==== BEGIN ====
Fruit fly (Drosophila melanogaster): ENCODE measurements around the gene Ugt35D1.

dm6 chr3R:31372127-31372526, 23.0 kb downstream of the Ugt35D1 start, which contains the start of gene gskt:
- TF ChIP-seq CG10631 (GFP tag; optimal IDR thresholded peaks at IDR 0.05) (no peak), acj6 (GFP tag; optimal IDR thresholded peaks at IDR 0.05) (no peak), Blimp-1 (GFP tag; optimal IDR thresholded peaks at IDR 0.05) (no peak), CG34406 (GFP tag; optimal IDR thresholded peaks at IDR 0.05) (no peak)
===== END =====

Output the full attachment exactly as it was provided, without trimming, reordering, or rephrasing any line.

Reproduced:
Fruit fly (Drosophila melanogaster): ENCODE measurements around the gene Ugt35D1.

dm6 chr3R:31372127-31372526, 23.0 kb downstream of the Ugt35D1 start, which contains the start of gene gskt:
- TF ChIP-seq CG10631 (GFP tag; optimal IDR thresholded peaks at IDR 0.05) (no peak), acj6 (GFP tag; optimal IDR thresholded peaks at IDR 0.05) (no peak), Blimp-1 (GFP tag; optimal IDR thresholded peaks at IDR 0.05) (no peak), CG34406 (GFP tag; optimal IDR thresholded peaks at IDR 0.05) (no peak)